Throughout this country there are thousands of people who get involved in charities such as this. This volunteerism is the force and the catalyst that can bond communities together. The Alan Kearns story shows what can be achieved when a sense of community and volunteerism are harnessed. Community is the only cure for the ills of modern living. It is the common denominator, the solution to loneliness, isolation, anti-social behaviour and social breakdown. No doubt, in today’s Ireland these threads have become frayed as communities have atomised over the last few years, with people increasingly seeking fulfilment from consumer products and services on an individual level. When one hears of an old person who has been found dead, whose body had not been discovered for days, one knows that thread is broken. When one hears that depression has increased 100% since the 1980s one knows the thread is broken. It is broken where individualism and consumerism replace community as a source of belonging and fulfilment for people. The economic boom of the last few years demonstrates clearly that happiness does not necessarily follow wealth. In his first address to the Dáil as Taoiseach, Deputy Brian Cowen said:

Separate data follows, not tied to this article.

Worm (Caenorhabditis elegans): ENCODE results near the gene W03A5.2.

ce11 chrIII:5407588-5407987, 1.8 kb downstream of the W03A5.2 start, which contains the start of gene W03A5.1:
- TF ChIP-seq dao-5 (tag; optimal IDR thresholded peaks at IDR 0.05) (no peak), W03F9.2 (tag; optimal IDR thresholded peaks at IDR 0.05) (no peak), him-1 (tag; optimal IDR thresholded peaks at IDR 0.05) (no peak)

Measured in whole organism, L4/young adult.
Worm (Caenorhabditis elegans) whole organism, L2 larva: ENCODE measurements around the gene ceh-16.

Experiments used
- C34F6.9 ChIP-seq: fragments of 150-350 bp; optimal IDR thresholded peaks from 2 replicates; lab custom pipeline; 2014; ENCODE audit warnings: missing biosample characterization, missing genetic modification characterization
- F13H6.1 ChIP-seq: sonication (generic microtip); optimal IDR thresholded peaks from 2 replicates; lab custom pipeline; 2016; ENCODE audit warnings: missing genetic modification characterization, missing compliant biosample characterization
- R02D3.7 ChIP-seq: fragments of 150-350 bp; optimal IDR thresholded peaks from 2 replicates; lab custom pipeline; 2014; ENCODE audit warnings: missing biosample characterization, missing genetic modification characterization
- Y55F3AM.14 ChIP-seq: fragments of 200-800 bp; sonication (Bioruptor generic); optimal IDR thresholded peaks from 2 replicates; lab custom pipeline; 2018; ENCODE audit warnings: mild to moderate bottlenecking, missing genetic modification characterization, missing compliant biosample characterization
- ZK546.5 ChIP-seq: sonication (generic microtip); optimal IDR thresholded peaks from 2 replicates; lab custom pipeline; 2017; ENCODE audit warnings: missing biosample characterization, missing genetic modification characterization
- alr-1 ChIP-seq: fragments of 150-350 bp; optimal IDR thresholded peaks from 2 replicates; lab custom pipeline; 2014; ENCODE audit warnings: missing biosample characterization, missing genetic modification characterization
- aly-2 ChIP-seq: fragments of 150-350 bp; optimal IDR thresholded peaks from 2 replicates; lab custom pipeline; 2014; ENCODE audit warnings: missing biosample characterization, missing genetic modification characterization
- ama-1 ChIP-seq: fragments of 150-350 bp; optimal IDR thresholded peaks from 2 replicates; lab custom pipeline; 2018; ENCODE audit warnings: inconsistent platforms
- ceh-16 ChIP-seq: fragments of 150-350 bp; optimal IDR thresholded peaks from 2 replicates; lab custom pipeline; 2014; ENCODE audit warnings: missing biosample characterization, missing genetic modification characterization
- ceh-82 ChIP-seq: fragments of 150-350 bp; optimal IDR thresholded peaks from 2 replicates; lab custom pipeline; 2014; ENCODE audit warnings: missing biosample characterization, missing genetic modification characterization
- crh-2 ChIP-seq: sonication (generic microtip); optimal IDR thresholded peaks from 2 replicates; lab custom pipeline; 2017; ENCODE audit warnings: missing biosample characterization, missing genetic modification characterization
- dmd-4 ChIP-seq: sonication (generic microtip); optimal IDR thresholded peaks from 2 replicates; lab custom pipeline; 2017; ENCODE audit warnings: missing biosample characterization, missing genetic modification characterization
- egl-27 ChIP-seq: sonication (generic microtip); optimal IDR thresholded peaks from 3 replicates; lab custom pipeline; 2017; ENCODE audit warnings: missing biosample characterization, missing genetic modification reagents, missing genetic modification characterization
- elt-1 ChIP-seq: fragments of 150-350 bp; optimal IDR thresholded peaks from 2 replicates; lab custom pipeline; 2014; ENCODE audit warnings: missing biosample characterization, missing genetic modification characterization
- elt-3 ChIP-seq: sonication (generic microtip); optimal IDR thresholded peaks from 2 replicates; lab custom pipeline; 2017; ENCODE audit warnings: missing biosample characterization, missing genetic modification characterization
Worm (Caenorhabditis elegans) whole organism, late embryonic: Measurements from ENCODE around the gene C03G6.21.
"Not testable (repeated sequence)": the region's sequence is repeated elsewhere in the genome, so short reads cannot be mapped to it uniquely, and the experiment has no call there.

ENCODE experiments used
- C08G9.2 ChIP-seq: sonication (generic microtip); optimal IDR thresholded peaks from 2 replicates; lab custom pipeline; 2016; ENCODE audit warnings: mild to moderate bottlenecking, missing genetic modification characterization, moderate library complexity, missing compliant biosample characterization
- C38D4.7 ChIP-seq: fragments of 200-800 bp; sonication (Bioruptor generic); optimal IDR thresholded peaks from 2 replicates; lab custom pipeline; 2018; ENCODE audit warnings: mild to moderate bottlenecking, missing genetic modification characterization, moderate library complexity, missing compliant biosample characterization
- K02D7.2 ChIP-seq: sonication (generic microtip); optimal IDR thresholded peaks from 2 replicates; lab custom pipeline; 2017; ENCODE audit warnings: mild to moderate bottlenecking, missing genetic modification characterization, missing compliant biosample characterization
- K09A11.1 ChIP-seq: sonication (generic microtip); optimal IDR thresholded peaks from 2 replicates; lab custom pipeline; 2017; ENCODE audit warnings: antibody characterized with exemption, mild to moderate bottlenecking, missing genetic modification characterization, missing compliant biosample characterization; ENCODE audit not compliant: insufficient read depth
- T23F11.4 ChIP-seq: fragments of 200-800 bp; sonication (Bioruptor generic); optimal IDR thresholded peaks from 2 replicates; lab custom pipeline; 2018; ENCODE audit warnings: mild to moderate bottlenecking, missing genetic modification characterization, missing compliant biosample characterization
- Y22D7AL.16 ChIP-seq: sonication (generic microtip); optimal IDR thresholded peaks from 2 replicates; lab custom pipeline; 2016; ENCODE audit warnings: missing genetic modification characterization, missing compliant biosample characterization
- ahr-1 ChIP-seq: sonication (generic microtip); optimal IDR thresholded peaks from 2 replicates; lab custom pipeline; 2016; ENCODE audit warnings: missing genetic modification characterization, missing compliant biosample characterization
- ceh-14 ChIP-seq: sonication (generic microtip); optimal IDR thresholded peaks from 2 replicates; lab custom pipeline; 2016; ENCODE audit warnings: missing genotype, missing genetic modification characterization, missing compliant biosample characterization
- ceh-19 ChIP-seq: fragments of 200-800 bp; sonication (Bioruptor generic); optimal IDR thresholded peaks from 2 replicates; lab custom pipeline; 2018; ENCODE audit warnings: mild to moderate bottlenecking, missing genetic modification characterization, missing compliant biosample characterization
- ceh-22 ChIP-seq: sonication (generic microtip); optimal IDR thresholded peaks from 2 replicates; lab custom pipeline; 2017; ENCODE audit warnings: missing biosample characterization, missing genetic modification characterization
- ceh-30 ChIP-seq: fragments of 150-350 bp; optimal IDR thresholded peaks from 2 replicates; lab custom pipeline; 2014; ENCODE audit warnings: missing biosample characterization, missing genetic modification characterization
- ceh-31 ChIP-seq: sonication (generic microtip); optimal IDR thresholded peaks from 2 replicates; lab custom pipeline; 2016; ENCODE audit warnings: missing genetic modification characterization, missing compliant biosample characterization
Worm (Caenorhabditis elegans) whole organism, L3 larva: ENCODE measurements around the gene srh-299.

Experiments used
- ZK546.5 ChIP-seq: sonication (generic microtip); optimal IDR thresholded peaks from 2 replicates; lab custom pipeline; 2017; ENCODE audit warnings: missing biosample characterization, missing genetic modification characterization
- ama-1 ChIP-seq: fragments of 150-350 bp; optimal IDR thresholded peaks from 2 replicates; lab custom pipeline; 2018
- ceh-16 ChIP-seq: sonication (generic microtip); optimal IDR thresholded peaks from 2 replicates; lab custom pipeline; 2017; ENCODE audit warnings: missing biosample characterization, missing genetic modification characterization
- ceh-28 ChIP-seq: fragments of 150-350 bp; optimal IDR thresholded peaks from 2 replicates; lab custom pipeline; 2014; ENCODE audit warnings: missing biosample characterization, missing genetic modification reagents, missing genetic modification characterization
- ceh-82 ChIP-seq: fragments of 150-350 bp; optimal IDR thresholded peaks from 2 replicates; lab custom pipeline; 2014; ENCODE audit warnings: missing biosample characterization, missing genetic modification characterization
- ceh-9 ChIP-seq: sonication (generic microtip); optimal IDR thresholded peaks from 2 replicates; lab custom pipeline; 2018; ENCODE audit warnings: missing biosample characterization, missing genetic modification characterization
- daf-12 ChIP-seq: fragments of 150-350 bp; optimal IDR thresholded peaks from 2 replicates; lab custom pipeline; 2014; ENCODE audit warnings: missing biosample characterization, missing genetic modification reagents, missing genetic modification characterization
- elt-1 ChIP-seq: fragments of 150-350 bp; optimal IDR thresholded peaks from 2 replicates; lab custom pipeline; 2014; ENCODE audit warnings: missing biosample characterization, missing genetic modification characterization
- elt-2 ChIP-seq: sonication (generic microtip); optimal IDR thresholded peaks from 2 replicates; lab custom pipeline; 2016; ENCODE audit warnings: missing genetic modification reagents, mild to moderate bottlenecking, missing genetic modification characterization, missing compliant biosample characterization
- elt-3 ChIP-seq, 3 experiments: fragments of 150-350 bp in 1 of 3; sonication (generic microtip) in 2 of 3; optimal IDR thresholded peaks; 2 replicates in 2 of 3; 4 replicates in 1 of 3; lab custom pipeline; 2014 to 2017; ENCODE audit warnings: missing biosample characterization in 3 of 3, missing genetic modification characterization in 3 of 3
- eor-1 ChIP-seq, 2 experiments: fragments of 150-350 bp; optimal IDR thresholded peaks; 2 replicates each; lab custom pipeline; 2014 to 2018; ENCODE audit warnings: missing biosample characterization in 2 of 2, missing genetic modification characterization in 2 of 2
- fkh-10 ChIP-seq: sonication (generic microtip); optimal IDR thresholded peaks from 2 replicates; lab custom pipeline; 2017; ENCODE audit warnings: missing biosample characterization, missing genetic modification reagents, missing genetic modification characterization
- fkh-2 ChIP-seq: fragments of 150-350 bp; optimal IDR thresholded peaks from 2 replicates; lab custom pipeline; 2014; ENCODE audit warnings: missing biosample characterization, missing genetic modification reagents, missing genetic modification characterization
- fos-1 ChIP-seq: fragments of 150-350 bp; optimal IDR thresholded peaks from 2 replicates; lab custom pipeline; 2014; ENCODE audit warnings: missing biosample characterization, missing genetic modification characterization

There are those who say that in this century the world will not allow time for the fulfilment of obligations to this generation or the next. If one seeks excuses one will surely find them, but those who are too busy today will not be aware that this generation has more free time than any previous generation. Those who pursue happiness through continued self-indulgence through continuous consumerism would not be aware of studies such as Robert Putnam’s Bowling Alone, which have proved that the more one gives, the more one receives in return.
The endless pursuit of riches by some who seek to achieve the ultimate accolade of being the richest person in the graveyard would do well to remember the words of Thomas Jefferson. When he was berated by his mother for spending too much time on politics and in public service to the neglect of his business, he wrote to his mother, “I would rather have it said that he lived usefully than he died rich”. If a person does not volunteer in his community or if there is no community to contribute to then we build, one person at a time, an increasingly unequal society as wealth grows.
There is one force that cements a community in the lives of people, and that is active citizenship. Deputy Bertie Ahern, in his time as Taoiseach, advocated active citizenship in his speech of 30 September 2006, when he said, “I believe that the quality of life in society and the ultimate health of our communities depends on the willingness of people to become involved and active, active on behalf of themselves and their families, their communities and the more vulnerable members of society. Happy the society that has people who act, rather than lament, who organise rather than complain, who accept a personal responsibility rather than walk by on the other side”. He set up the Taskforce on Active Citizenship.